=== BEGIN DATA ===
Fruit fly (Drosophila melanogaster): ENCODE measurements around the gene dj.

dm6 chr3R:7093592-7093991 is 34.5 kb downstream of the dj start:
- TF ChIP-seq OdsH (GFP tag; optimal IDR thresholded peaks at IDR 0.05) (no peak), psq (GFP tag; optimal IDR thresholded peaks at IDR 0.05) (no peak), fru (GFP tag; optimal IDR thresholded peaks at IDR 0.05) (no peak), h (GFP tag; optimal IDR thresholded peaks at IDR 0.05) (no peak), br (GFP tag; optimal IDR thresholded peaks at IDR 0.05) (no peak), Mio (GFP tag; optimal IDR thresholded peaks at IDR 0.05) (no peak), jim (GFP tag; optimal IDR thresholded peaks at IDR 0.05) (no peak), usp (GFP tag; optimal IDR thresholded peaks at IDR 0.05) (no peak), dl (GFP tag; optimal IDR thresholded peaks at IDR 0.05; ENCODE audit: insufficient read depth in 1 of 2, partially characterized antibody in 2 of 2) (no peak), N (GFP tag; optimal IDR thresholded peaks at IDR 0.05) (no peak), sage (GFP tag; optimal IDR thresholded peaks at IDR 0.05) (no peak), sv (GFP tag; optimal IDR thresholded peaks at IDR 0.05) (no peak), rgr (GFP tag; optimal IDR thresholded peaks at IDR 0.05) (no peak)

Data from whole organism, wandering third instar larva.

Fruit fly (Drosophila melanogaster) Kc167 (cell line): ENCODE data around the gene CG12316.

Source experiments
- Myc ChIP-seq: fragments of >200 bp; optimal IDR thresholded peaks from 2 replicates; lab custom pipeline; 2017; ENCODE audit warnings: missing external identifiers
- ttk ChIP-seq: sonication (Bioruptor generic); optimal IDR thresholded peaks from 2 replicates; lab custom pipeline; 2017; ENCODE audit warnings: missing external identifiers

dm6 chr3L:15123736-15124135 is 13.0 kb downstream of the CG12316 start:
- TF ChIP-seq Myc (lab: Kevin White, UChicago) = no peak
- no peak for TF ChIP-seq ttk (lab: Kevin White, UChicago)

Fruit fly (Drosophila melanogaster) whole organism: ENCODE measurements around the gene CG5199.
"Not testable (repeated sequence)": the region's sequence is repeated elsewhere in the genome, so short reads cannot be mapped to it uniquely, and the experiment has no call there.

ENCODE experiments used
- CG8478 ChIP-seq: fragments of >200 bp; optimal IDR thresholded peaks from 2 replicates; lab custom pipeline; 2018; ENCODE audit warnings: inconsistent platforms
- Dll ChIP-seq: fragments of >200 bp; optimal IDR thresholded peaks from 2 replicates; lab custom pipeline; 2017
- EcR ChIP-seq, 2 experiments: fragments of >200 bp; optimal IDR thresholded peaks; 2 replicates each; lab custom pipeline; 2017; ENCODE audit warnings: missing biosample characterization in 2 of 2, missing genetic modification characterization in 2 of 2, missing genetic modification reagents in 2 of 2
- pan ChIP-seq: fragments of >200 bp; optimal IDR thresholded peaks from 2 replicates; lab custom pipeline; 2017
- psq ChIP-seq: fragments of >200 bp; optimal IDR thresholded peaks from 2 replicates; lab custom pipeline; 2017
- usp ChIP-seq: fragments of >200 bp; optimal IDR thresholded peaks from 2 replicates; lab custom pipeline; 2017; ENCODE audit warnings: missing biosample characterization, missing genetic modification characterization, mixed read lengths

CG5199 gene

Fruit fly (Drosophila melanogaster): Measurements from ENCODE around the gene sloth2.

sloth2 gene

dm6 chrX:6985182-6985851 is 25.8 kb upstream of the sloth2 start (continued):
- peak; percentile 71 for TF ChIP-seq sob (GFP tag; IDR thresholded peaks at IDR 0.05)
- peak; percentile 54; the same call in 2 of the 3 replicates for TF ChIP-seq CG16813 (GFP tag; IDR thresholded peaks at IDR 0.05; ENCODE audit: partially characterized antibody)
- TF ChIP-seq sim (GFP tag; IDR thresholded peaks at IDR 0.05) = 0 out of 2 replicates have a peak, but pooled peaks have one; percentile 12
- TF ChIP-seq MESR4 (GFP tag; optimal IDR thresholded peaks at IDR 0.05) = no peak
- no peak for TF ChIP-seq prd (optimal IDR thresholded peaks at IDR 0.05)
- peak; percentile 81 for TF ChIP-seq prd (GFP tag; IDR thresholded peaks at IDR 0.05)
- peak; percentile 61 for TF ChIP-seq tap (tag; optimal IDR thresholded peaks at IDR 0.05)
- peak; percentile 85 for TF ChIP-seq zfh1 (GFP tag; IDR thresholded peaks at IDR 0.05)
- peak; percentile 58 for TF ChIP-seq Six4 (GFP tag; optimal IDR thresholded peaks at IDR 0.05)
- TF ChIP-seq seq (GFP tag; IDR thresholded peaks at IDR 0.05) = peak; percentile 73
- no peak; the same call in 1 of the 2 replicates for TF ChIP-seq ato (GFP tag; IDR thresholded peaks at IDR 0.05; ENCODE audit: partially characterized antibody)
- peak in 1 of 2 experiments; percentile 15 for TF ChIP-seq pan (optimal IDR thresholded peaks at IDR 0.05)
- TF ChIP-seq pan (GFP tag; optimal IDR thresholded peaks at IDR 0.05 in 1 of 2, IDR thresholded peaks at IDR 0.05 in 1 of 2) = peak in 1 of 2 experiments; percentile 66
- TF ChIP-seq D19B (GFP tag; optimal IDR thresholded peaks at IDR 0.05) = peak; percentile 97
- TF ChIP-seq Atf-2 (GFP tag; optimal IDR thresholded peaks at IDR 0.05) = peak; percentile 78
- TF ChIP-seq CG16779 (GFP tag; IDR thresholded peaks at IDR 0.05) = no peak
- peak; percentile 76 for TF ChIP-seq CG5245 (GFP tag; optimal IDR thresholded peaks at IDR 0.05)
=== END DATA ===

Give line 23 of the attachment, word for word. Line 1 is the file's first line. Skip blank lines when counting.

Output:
sloth2 gene